This study analyzed the effects of carbohydrate and glutamine supplementation on salivary immunity after exercise at a simulated altitude of 4500 m. Fifteen volunteers performed exercise of 70% of VO2peak
until exhaustion and were divided into three groups: hypoxia placebo, hypoxia 8% maltodextrin (200 mL/20 min), and hypoxia after six days glutamine (20 g/day) and 8% maltodextrin (200 mL/20 min). All procedures were randomized and double-blind. Saliva was collected at rest (basal), before exercise (pre-exercise), immediately after exercise (post-exercise), and two hours after exercise. Analysis of Variance (ANOVA) for repeated measures and Tukey post hoc test were performed. Statistical significance was set at p
< 0.05. SaO2
% reduced when comparing baseline vs. pre-exercise, post-exercise, and after recovery for all three groups. There was also a reduction of SaO2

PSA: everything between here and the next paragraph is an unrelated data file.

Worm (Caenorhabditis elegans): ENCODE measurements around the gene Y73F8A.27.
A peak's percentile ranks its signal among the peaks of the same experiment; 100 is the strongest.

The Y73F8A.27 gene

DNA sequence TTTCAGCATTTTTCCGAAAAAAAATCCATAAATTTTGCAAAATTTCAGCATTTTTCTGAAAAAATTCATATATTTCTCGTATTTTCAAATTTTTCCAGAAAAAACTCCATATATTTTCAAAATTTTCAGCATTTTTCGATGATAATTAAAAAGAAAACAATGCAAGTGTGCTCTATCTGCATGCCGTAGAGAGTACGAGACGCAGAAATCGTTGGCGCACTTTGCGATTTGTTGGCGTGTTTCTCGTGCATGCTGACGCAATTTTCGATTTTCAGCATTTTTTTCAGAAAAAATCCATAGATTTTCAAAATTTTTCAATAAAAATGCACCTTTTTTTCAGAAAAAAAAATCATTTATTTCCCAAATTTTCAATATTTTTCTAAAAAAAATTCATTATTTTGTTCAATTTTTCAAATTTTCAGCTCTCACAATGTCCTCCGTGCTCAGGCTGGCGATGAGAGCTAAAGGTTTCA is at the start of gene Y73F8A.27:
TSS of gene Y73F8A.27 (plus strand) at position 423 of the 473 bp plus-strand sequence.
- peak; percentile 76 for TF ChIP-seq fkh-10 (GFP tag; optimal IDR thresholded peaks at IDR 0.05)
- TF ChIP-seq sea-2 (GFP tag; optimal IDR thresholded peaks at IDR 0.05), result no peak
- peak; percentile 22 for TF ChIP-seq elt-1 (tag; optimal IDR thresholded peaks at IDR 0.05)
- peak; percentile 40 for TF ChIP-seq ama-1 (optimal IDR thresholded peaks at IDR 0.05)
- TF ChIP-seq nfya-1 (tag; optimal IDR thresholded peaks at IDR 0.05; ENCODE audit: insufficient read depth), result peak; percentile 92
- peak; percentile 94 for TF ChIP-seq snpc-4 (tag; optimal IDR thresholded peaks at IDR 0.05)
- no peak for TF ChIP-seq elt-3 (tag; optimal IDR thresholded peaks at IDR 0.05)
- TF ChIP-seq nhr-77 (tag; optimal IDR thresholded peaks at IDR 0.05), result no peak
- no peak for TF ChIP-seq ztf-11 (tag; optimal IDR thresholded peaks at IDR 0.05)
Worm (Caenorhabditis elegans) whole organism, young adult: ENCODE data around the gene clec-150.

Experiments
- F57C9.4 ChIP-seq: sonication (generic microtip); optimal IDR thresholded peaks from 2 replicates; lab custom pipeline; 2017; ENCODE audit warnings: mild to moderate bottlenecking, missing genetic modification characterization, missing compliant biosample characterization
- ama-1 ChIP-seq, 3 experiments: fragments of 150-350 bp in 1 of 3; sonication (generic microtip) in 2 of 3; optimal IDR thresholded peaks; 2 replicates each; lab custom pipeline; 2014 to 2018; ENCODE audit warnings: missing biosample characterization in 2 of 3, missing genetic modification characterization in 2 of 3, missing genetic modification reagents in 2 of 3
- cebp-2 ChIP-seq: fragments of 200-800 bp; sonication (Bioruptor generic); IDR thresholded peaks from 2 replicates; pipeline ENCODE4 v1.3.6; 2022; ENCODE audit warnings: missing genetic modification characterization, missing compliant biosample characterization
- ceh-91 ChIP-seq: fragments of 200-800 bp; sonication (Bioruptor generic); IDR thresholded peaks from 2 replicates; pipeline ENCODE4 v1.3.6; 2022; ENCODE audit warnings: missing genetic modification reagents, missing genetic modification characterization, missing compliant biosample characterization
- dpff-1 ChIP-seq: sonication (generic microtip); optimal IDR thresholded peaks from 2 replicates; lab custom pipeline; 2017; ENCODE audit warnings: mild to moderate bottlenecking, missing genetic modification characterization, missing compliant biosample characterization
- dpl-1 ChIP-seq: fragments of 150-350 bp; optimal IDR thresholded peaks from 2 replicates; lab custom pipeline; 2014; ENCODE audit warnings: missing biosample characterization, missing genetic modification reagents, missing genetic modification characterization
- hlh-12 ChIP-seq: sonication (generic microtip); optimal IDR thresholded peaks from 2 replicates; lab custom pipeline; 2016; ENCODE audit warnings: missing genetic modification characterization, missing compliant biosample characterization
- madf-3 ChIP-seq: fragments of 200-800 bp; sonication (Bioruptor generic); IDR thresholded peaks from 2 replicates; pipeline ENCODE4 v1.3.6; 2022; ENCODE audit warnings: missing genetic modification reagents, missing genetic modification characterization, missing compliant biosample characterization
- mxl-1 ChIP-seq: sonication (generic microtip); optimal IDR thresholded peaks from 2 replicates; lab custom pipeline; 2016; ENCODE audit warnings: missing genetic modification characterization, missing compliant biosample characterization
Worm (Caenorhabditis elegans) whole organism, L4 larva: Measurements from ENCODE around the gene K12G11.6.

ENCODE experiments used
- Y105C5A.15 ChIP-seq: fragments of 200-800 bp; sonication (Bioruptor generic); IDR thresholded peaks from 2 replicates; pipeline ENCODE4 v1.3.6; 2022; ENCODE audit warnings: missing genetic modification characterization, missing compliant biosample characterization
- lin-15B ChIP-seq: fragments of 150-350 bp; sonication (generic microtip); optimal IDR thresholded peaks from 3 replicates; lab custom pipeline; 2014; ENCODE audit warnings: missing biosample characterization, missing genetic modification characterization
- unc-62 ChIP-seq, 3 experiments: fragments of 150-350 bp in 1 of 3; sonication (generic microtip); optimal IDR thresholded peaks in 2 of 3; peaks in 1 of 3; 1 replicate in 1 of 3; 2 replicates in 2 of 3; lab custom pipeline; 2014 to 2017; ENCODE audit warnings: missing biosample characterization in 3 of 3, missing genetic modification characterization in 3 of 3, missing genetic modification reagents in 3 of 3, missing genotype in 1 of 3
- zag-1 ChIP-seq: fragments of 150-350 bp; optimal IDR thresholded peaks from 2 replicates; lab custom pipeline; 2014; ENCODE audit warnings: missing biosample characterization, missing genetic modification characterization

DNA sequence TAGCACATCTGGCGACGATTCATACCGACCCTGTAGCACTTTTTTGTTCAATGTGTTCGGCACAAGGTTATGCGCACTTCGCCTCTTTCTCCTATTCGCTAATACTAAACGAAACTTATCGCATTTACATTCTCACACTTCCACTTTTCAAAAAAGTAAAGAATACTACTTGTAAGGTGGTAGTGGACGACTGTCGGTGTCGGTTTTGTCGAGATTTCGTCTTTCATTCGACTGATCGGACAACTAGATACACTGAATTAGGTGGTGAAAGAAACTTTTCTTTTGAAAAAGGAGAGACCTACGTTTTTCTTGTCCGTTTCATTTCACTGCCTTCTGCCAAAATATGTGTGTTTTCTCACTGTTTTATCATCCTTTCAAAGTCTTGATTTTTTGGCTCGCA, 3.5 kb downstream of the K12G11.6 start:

% in pre-exercise vs. post-exercise for the hypoxia group and an increase was observed in pre-exercise vs. recovery for both supplementation groups, and between post-exercise and for the three groups studied. There was an increase of salivary flow in post-exercise vs. recovery in Hypoxia + Carbohydrate group. Immunoglobulin A (IgA) decreased from baseline vs. post-exercise for Hypoxia + Glutamine group. Interleukin 10 (IL-10) increased from post-exercise vs. after recovery in Hypoxia + Carbohydrate group. Reduction of tumor necrosis factor alpha (TNF-α) was observed from baseline vs. post-exercise and after recovery for the Hypoxia + Carbohydrate group; a lower concentration was observed in pre-exercise vs. post-exercise and recovery. TNF-α had a reduction from baseline vs. post-exercise for both supplementation groups, and a lower secretion between baseline vs. recovery, and pre-exercise vs. post-exercise for Hypoxia + Carbohydrate group. Five hours of hypoxia and exercise did not change IgA. Carbohydrates, with greater efficiency than glutamine, induced anti-inflammatory responses.
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